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Clinically Fraudulent

Senior Director of Strategic Alliances
LexisNexis Risk Solutions - Government

A doctor is supposed to advocate for their patients and uphold the Hippocratic Oath. While most doctors do this, there are a few rotten apples who seek to take advantage of their patients. This is the case for a doctor from Port Neches, Tex., who has been convicted for their role in a $6.7 million healthcare fraud scheme.

Grigoriy Rodonaia was convicted on 12 counts of healthcare fraud, three counts of aggravated identity theft, making a false statement and two counts of accepting kickbacks. (His mother must be so proud.) 

Rodonaia was a practicing physician with Rodonaia Family Medicine and Aesthetics in Beaumont. Dr. Rodonaia launched his healthcare fraud scheme in January 2015. He abused his position as a trusted physician by prescribing specialty compounded scar creams that were not medically necessary for patients who had no knowledge of these prescriptions.

As part of the scheme, Rodonaia used the names, dates of birth, and Health Insurance Claim Numbers of Tricare beneficiaries to issue prescriptions for expensive compound creams. (Tricare provides civilian health benefits for U.S. Armed Forces military personnel, military retirees, and their dependents, including some members of the Reserve.) He directed the prescriptions to be forwarded to Memorial Compounding Pharmacy in Houston, Texas. (The name is certainly fitting, because this scam is certainly memorable, but in a bad way.)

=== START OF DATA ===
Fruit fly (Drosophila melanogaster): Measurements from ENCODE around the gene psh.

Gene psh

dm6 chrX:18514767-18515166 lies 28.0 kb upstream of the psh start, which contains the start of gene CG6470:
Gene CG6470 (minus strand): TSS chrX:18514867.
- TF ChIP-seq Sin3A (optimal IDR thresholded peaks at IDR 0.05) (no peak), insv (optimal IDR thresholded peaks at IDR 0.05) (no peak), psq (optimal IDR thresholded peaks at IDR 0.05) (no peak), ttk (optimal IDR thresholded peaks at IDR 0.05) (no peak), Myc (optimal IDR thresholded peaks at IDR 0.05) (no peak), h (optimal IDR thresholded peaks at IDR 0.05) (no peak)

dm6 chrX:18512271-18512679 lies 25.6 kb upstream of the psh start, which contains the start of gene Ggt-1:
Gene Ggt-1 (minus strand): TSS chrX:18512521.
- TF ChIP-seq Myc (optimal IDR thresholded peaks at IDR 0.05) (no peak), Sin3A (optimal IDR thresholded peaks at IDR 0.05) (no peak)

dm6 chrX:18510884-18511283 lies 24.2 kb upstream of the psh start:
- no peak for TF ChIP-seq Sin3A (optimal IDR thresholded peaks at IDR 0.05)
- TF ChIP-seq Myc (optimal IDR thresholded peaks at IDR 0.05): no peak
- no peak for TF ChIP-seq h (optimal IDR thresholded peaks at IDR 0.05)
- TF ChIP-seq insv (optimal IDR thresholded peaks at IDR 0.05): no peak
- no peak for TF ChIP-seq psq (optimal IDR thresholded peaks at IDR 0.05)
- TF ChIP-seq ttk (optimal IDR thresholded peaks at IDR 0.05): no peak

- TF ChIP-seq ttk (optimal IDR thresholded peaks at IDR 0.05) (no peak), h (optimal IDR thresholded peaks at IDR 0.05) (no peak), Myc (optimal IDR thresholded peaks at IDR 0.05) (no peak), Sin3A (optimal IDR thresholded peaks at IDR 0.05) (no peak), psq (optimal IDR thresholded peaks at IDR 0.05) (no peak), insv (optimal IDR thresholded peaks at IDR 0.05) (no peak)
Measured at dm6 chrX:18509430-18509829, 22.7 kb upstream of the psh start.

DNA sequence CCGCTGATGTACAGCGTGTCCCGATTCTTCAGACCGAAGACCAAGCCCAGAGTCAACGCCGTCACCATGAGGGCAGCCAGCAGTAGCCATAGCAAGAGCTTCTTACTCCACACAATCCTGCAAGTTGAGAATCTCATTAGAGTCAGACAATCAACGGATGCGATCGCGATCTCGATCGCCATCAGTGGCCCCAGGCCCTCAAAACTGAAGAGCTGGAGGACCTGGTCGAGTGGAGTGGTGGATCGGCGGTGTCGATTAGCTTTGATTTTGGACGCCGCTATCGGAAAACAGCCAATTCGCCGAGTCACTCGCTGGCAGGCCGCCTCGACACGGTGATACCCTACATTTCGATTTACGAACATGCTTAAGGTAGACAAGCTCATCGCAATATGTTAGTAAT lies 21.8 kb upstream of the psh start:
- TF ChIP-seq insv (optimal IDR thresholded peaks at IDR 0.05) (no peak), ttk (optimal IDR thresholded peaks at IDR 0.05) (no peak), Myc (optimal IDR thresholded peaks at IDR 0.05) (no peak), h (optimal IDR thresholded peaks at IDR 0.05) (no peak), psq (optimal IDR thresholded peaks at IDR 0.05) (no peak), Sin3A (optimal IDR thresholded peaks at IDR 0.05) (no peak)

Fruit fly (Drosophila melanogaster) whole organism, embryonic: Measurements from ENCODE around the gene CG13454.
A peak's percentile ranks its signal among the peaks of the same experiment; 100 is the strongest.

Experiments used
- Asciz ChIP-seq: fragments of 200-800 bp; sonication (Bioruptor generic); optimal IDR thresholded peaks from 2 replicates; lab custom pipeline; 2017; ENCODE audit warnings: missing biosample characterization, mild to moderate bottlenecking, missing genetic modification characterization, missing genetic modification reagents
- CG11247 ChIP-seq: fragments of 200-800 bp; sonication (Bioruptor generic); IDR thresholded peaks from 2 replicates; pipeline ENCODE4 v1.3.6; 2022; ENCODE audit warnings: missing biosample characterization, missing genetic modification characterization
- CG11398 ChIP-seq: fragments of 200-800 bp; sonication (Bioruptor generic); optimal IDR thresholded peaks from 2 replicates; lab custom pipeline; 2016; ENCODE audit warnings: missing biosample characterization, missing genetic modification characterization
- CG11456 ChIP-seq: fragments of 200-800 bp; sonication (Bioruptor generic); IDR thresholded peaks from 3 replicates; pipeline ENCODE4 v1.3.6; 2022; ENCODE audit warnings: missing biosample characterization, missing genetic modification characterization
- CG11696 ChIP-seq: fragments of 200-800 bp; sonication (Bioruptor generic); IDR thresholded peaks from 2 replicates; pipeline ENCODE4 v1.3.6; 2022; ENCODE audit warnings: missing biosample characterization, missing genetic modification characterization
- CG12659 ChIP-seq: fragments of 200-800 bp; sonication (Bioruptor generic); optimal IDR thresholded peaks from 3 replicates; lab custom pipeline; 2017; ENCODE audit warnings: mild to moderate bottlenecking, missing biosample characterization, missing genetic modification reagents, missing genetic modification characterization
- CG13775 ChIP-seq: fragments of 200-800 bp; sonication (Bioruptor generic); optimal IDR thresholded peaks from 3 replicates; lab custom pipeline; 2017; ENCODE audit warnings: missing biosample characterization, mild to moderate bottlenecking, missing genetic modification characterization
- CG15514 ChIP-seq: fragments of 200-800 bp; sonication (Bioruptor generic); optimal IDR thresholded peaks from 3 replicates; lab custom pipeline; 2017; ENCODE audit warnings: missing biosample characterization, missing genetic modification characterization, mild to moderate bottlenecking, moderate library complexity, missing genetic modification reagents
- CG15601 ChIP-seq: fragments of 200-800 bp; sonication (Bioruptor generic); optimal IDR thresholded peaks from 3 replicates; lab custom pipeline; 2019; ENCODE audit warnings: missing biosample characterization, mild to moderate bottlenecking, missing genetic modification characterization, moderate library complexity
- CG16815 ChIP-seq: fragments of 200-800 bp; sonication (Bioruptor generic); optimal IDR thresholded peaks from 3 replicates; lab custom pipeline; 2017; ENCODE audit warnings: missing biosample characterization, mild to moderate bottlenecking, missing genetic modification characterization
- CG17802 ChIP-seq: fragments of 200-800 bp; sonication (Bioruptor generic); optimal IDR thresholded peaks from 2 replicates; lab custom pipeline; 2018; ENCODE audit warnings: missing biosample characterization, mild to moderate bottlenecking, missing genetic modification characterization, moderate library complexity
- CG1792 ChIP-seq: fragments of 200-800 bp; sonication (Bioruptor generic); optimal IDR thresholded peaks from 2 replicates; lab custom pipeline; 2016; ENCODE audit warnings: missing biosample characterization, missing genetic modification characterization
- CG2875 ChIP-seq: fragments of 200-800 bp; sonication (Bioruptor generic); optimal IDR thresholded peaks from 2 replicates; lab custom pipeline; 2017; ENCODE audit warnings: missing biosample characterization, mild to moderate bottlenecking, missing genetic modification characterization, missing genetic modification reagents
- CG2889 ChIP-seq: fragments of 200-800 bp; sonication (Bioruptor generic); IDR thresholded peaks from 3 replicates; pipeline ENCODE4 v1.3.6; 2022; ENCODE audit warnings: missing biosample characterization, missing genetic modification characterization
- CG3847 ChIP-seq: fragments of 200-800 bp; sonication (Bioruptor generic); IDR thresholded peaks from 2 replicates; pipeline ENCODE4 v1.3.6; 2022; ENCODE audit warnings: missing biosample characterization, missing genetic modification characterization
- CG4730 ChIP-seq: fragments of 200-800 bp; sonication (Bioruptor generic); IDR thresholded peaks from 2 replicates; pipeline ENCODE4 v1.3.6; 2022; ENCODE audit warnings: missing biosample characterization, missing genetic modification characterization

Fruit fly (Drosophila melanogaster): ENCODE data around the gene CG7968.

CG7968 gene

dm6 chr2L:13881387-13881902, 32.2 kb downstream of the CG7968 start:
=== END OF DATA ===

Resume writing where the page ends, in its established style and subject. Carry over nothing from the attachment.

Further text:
Compound creams must be specially mixed by pharmacists. They are generally only prescribed if a patient is allergic or nonresponsive to an ingredient in the generic version of a cream. (Their special classification makes the compound creams extremely expensive.)

The creams that Rodonaina prescribed were billed to Tricare for between $9,000 and $13,000 each, with the authorization of multiple refills per prescription. (That insured a steady stream of illegal income.) Rodanaia used the names of approximately 140 Tricare beneficiaries to issue more than 600 compound cream prescriptions.

In total, TRICARE paid $6.7 million dollars in reimbursements to Memorial Compounding Pharmacy throughout the duration of this fraudulent billing scheme. (Those creams better cure cancer for that extreme price.)

Rodonaia attempted to conceal his billing fraud scheme by creating fictitious patient files that asserted he had consulted with patients before prescribing the compound creams. (The only thing he consulted with was his pocketbook.) He submitted these falsified records as part of an audit conducted by the Defense Health Agency.

Additionally, Rodonaia violated the federal Anti-Kickback Statute. He illegally required Medicare and Medicaid beneficiaries, who were seeking opioid treatment, to pay cash for office visits in excess of the amount which would have been reimbursed by Medicare and Medicaid. (What a nice guy. He was not only dedicated to stealing their money, but also getting them hooked on opioids.)

Rodonaia faces up to 10 years in prison for each count of healthcare fraud and an additional two year consecutive term of imprisonment for each count of aggravated identity theft. (He will most likely owe Tricare a pretty penny in restitution as well.) He remains released on conditions and under the supervision of the U.S. Pretrial Services office until sentencing.

Today’s Fraud of the Day comes from an article, “Beaumont doctor found guilty in $6.7 million health care fraud scheme,” published by 12News on November 17, 2020.

BEAUMONT, Texas – A Beaumont doctor has been convicted in connection with a $6.7 million federal health care fraud scheme.

Grigoriy T. Rodonaia of Port Neches, was convicted by a jury on Tuesday for 12 counts of health care fraud, three counts of aggravated identity theft, making a false statement and two counts of accepting kickbacks according to a Department of Justice news release.

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